Community Clinic Reaches Out

As politicians, lobbyists and policy makers in Washington and Madison continue to dance around the issue of healthcare coverage for all, and as fewer and fewer small businesses are fiscally able to provide even minimal insurance coverage for their employees, there is a relatively new organization in Door County that is endeavoring to make sure that those without formal coverage are still able to receive healthcare in the community. Staffed by a committed group of professionals and dedicated volunteers, the Community Clinic of Door County, incorporated in February of 2005, is providing complete, non-emergency, affordable primary health care for all uninsured and underinsured residents of Door County.

Led by Clinic Manager Jo Guenzel and Executive Director Allin Walker, the Community Clinic of Door County, supported by Door County Memorial Hospital, Aurora Healthcare, United Way of Door County and the County of Door Public Health office, provides service to those who “would not and could not access healthcare because of cost,” according to Guenzel. Typical for community health care services, says Walker, support for the Community Clinic of Door County is cobbled together from a variety of sources.

The clinic, located at 1623 Rhode Island Street in Sturgeon Bay, is open four days a week. Guenzel enthused about the clinic “finally having a permanent home. Patients are received in a respectful, dignified, first-class manner.” She emphasized that the new facility sees patients on an appointment basis, differentiating it from a walk-in clinic.

To ensure that healthcare is affordable to everyone, patient fees are on a sliding scale at the Community Clinic, based on family size and income, according to federal poverty guidelines, and all patients are served regardless of their ability to pay at the time of their appointment. “Everybody who comes here pays something,” says Guenzel. “The lowest cost for an office visit is $5.” The clinic has a small on-site pharmacy that can provide generic medications. Representatives from the big pharmacology companies also supply samples of brand-names drugs to the clinic at no cost.

Guenzel’s roots in community healthcare in Door County go back to 1999 and her work with the Open Door Community Health Center. Guenzel, originally from Green Bay, first came to Door County for the summer season in 1975 to earn money to pay for college. She subsequently went on to earn a Bachelors Degree in Nursing from the University of Wisconsin-Madison and a Masters in Social Work from the University of Wisconsin-Milwaukee.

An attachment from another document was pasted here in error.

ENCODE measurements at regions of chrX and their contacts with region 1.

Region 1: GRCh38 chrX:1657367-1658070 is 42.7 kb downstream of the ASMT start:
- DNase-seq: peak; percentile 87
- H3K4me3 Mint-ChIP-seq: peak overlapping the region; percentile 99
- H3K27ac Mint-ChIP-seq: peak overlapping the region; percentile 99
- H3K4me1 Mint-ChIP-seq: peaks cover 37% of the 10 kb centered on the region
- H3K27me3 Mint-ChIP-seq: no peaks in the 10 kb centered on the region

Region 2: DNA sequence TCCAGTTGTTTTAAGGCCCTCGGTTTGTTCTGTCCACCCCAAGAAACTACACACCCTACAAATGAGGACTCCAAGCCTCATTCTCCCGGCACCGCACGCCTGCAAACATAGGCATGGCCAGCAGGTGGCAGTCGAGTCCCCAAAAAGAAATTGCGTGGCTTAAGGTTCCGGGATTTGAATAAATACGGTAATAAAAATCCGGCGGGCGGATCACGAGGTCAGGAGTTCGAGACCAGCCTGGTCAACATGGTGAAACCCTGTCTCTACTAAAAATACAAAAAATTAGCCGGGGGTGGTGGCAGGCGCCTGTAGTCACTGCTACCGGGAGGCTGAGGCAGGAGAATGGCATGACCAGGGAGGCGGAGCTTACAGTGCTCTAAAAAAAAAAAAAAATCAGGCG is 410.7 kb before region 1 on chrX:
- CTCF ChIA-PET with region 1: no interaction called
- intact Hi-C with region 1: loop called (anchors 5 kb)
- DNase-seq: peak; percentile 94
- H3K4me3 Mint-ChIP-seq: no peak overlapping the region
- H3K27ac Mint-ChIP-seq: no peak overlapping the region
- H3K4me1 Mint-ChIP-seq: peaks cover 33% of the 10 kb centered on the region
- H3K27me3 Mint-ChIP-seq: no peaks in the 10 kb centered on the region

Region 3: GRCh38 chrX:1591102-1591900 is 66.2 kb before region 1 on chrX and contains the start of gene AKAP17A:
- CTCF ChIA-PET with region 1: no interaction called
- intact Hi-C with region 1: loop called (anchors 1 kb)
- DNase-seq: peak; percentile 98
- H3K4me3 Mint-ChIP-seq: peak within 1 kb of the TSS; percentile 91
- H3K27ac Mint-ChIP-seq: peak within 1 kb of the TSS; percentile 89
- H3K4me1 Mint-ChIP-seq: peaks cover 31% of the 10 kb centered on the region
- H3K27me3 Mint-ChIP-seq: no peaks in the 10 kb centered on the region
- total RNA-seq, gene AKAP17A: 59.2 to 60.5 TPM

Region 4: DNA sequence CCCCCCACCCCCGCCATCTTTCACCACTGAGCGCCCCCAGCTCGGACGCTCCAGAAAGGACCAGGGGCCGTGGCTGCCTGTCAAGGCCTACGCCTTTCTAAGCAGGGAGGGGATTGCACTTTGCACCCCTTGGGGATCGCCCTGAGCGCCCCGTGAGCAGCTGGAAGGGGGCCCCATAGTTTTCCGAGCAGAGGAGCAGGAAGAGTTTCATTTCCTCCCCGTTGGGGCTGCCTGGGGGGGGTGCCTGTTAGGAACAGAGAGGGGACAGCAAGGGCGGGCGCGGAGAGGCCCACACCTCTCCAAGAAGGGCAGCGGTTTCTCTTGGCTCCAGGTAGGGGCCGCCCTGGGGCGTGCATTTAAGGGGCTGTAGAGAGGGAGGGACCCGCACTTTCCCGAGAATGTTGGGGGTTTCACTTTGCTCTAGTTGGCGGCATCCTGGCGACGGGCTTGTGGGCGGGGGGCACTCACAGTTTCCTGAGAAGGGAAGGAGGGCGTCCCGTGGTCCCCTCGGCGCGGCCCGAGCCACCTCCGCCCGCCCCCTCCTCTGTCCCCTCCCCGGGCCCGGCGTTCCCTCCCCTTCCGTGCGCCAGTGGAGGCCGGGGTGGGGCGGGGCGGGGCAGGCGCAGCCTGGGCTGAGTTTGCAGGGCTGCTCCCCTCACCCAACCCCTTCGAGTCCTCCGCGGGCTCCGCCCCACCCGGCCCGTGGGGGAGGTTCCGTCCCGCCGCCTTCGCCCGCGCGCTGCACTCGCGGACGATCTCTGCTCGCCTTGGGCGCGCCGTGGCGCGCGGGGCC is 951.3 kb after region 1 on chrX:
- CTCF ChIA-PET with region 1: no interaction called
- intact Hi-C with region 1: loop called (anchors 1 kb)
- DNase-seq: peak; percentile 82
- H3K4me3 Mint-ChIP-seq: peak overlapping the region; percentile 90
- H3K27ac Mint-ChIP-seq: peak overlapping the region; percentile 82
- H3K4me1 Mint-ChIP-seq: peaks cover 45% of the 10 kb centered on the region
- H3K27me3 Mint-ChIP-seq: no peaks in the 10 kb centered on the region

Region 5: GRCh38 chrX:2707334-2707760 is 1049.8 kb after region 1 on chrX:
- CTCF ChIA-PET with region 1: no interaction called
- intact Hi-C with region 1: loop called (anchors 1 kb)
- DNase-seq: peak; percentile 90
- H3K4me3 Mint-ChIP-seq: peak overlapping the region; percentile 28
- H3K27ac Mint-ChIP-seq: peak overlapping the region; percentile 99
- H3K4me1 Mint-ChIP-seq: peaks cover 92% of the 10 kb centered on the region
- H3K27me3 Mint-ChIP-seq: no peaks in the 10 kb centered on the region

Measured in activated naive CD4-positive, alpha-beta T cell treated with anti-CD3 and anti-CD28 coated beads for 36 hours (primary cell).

Dawn Goodban handles the office duties at the clinic.

She began her career in healthcare in 1979 working with Nurse Practitioner Mike Flood and Dr. Joan Traver at a clinic in Sister Bay. She worked as a psychiatric nurse for Bellin Healthcare in Green Bay for 10 years. (She then took 12 years away from healthcare, working as an independent glass artist, with a gallery and studio in Juddville.) She also served as the director of a Planned Parenthood clinic in Sturgeon Bay, from 1997 until 1999, when that facility closed.

Allin Walker has been the Executive Director of the Community Clinic since May 2005. Walker, who emphasizes that he does “no medical stuff at all,” does have a significant background in community organization and healthcare, including running a program in Milwaukee called Healthcare for the Homeless.

The Community Clinic of Door County maintains a volunteer staff of three doctors, five RNs and one volunteer nurse practitioner. The volunteers are able to practice at the clinic because the cost of their liability insurance is picked up by the State of Wisconsin. There is also one paid nurse practitioner on staff.

Peter Sigmann is one of the volunteer doctors; he serves as the medical director of the Community Clinic and is also president of the board of directors. Dr. Sigmann spends one and a half days each week working at the clinic; his wife Jeannie also volunteers and is a retired Milwaukee public health nurse.

One of the major challenges that the Community Clinic faces in Door County is limited access to qualified volunteers. According to Guenzel, unlike a major city with lots of retired nurses and doctors, there are a small number of retired professionals on the peninsula. As a result the Community Clinic is always on the lookout for new volunteers who are committed to and active in the community.

The staff and volunteers of the Community Clinic constantly struggle to meet the needs of the area. Their initial estimates assumed that the clinic would receive about 80 patient visits per month. So far this summer, they have had 117 office visits in June and 129 in July. The clinic also feels the pressure to extend and expand their services, making affordable healthcare available in Northern Door as well as in Sturgeon Bay.

Walker and Guenzel emphasized that the clinic is a community response to the issues and is community based. They both singled out Rhonda Kolberg, Director of the County Public Health Department, along with United Way of Door County as important working partners in their efforts.

Guenzel pointed out that the mission of the Community Clinic is very specific so that there is no competition between the clinic and other local healthcare providers. Using federal poverty guidelines, the clinic is providing health care to those without insurance and those who are underinsured. As Guenzel said: “If you can go elsewhere, that’s where you should go.” For those who cannot go elsewhere, the Community Clinic of Door County is providing an invaluable service.